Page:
"If you didn't look at it in person and you heard it coming out of the room you would think that they're cutting their arms and legs off," he said. "I mean it's… the screams are bloodcurdling, they're terrifying."
He said that he has "no doubt that in many cases" the experience is traumatizing to the children and that he was even more disturbed by the pricey and sometimes invasive work performed when he thought cheaper options would have been adequate.
"I see a lot of unnecessary work," he said. "I see a lot of overtreatment."
After a run of bad publicity, Small Smiles hired respected pediatric dental expert Dr. Steven Adair in the summer. His job is to oversee standards and training in all the company's clinics. One of the things he's been emphasizing to company dentists, he says, is that papoose boards should only be used when necessary.
As for the claims of some former employees of unnecessary care, Adair told ABC News, "I haven't been presented with evidence" of that.
Small Smiles insists that the company's clinics provide a valuable service to hundreds of thousands of low-income kids, including many with severe dental problems and few other dentists to turn to.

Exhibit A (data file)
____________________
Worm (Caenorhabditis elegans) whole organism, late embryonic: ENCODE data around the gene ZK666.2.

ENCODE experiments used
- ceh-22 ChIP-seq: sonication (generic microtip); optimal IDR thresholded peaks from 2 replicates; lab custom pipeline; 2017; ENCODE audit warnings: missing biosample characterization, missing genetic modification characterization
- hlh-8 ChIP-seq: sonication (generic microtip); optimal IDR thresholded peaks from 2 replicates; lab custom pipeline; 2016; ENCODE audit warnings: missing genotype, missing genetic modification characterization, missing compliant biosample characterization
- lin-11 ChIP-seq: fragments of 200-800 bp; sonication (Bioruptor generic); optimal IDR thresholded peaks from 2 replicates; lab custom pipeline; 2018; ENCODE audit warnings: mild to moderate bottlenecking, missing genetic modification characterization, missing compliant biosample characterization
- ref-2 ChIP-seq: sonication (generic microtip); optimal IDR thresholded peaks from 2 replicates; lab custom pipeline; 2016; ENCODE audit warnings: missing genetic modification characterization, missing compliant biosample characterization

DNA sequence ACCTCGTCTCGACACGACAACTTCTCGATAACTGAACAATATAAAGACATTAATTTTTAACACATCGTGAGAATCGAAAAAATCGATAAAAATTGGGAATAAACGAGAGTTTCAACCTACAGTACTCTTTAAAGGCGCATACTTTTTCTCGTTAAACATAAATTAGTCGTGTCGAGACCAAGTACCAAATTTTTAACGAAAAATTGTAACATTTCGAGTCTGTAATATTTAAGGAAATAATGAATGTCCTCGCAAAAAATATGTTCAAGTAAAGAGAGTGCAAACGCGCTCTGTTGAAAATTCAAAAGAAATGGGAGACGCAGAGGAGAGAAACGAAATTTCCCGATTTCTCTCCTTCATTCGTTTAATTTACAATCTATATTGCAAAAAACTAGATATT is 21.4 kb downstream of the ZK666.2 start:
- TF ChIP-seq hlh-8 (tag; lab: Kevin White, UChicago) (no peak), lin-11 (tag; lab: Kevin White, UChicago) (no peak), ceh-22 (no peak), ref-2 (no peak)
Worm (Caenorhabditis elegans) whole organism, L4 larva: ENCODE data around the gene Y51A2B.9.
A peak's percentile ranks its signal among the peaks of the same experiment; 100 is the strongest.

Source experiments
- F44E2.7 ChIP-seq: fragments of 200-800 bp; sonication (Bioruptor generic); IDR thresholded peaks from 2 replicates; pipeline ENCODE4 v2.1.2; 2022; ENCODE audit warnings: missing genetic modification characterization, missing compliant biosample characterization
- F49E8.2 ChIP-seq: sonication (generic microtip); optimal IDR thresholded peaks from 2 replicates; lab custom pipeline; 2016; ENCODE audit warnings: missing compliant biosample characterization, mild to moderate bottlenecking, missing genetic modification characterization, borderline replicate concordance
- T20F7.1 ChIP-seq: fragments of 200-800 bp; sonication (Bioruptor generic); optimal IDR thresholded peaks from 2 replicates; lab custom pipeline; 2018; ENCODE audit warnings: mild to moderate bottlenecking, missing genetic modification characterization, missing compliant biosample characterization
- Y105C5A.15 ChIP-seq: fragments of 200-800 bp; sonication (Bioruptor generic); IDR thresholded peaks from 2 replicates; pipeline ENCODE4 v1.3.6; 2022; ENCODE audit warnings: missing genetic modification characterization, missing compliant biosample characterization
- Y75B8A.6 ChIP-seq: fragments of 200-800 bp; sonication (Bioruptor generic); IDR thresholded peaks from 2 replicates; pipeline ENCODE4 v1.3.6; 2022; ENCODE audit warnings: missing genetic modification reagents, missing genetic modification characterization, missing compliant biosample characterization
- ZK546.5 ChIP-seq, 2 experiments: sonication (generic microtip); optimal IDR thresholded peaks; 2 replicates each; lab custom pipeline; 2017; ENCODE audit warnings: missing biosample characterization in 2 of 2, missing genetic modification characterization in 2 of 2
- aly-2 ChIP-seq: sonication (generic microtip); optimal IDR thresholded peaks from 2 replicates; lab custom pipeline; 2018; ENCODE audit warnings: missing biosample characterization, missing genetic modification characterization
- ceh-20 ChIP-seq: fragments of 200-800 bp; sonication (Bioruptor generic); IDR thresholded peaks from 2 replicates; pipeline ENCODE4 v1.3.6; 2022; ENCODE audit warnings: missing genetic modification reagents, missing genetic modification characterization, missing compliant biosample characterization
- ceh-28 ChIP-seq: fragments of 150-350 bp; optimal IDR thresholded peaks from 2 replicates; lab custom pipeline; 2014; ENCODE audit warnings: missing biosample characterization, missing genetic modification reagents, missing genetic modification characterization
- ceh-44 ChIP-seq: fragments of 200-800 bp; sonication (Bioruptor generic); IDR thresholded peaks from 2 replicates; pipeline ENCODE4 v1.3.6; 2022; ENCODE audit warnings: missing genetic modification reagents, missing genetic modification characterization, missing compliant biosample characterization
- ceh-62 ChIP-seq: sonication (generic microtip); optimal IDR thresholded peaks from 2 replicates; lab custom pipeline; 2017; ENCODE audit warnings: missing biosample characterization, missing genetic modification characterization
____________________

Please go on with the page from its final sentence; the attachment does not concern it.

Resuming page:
Meanwhile, there have been some policy changes. Dr. Toni Adderly, who runs a Small Smiles clinic in Washington, D.C., said parents can now watch their children being treated.
"They're able to … observe what's going on with their children," she said, and "they're told they can come back."
Adderly says she feels no pressure to produce profits, but Sansbury says that was not her experience at a different clinic she left in the spring.
"It seems as if the money situation prevails over what's best for the children in that regard," she said.
Several states and the federal government are looking into Small Smiles for possible Medicaid fraud.